Spring 2016

Course Code Title/Instructor Meets
ENST 130-01 Introduction to Environmental Science: Energy, Waste, and Human Health
Instructor: Pamela Van Fleet
Course Description:
An integrated, interdisciplinary study of environmental disruption and management where the application of natural science principles informs an understanding of human-environmental interaction. Emphasis will be on the study of energy procurement and use, waste management, and human population dynamics and environmental health. Field study includes travel to industrial, mining, and agribusiness sites. Laboratory work includes using public databases for documentation of toxic releases and human health effects; and the generation, measurement, and use of renewable energy resources. Three hours classroom and three hours laboratory a week. Offered in Spring semester.
1130:MWF   ALTHSE 106
1330:M   KAUF 109
ENST 130-02 Introduction to Environmental Science: Energy, Waste, and Human Health
Instructor: Pamela Van Fleet
Course Description:
An integrated, interdisciplinary study of environmental disruption and management where the application of natural science principles informs an understanding of human-environmental interaction. Emphasis will be on the study of energy procurement and use, waste management, and human population dynamics and environmental health. Field study includes travel to industrial, mining, and agribusiness sites. Laboratory work includes using public databases for documentation of toxic releases and human health effects; and the generation, measurement, and use of renewable energy resources. Three hours classroom and three hours laboratory a week. Offered in Spring semester.
1130:MWF   ALTHSE 106
1330:T   KAUF 109
ENST 132-01 Foundations of Environmental Science
Instructor: Katie Stumpf
Course Description:
An integrated, interdisciplinary study of environmental disruption and management. Emphasis will be on the study of energy procurement, waste management, and human environmental health. Field study includes travel to industrial, mining, and agribusiness sites. Laboratory work includes using federal databases for documentation of toxic releases and human health effects and the generation, measurement, and use of renewable energy resources. This course is designed for students with a special interest in Environmental Studies and will focus on quantitative and qualitative methods for environmental analysis and critical thinking in preparation for future study. Three hours classroom and three hours laboratory a week. Prerequisites: 131, OR, one course in BIOL, CHEM, ERSC, or PHYS, OR, AP credit in one of these areas. Offered in Spring semester.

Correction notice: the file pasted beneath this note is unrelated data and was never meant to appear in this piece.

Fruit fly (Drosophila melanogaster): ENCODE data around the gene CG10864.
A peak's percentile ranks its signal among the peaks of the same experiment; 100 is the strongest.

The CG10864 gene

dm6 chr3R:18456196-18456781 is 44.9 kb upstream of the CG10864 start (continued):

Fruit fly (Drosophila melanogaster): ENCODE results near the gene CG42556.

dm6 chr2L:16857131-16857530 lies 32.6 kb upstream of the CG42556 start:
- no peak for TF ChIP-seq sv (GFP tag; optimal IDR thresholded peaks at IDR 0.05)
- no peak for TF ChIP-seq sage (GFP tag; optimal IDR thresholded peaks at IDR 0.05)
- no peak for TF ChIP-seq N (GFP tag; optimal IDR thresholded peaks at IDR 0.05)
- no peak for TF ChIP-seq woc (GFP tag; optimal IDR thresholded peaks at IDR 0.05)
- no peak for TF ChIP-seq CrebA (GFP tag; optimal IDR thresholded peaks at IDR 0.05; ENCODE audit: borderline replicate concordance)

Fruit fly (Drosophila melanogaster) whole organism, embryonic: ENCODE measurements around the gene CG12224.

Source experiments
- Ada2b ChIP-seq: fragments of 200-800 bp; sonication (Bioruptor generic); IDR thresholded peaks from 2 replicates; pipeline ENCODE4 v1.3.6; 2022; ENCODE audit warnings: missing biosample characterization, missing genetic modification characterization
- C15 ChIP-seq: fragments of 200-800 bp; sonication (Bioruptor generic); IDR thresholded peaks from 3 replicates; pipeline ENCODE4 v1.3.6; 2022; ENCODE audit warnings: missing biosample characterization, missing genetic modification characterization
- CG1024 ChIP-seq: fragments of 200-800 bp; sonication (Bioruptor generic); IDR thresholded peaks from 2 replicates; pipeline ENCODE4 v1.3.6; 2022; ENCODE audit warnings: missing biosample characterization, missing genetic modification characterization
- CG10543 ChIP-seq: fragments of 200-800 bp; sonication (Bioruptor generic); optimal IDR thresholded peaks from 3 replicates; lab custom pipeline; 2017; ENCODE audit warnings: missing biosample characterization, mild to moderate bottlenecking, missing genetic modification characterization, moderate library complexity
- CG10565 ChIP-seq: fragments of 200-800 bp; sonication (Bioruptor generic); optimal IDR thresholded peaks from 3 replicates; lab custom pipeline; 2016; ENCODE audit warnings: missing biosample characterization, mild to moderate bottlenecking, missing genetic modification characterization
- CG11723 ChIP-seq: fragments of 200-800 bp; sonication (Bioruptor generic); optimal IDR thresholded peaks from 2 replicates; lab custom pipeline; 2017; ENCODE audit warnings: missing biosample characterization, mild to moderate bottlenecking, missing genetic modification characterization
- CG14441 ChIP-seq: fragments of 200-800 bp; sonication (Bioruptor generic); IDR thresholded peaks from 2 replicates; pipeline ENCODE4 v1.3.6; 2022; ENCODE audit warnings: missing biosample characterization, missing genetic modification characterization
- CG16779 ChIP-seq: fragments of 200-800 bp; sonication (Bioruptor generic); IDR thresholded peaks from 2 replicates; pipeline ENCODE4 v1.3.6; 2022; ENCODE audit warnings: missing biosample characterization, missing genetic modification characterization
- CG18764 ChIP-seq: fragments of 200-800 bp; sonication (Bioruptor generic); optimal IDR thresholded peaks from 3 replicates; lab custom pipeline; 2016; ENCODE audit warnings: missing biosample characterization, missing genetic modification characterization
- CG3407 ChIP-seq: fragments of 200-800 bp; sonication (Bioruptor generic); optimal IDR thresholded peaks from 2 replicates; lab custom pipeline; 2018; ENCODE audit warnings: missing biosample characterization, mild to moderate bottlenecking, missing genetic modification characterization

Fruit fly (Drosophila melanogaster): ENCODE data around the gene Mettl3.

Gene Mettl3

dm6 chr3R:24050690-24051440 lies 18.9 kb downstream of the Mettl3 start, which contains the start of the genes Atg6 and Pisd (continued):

0930:MWF   KAUF 113
1330:W   KAUF 113
ENST 132-02 Foundations of Environmental Science
Instructor: Katie Stumpf
Course Description:
An integrated, interdisciplinary study of environmental disruption and management. Emphasis will be on the study of energy procurement, waste management, and human environmental health. Field study includes travel to industrial, mining, and agribusiness sites. Laboratory work includes using federal databases for documentation of toxic releases and human health effects and the generation, measurement, and use of renewable energy resources. This course is designed for students with a special interest in Environmental Studies and will focus on quantitative and qualitative methods for environmental analysis and critical thinking in preparation for future study. Three hours classroom and three hours laboratory a week. Prerequisites: 131, OR, one course in BIOL, CHEM, ERSC, or PHYS, OR, AP credit in one of these areas. Offered in Spring semester.
0930:MWF   KAUF 113
1330:R   KAUF 113
ENST 218-01 Geographic Information Systems
Instructor: Peter Muller
Course Description:
Cross-listed with ARCH 218-01 and ERSC 218-01. Geographic Information Systems (GIS) is a powerful technology for managing, analyzing, and visualizing spatial data and geographically-referenced information. It is used in a wide variety of fields including archaeology, agriculture, business, defense and intelligence, education, government, health care, natural resource management, public safety, transportation, and utility management. This course provides a fundamental foundation of theoretical and applied skills in GIS technology that will enable students to investigate and make reasoned decisions regarding spatial issues. Utilizing GIS software applications from Environmental Systems Research Institute (ESRI), students work on a progression of tasks and assignments focused on GIS data collection, manipulation, analysis, output and presentation. The course will culminate in a final, independent project in which the students design and prepare a GIS analysis application of their own choosing. Three hours of classroom and three hours of laboratory per week. This course is cross-listed as ERSC 218 and ARCH 218.
1330:R   KAUF 109
0900:TR   KAUF 185
ENST 310-02 Methods in Environmental Health Sciences
Instructor: Gregory Howard
Course Description: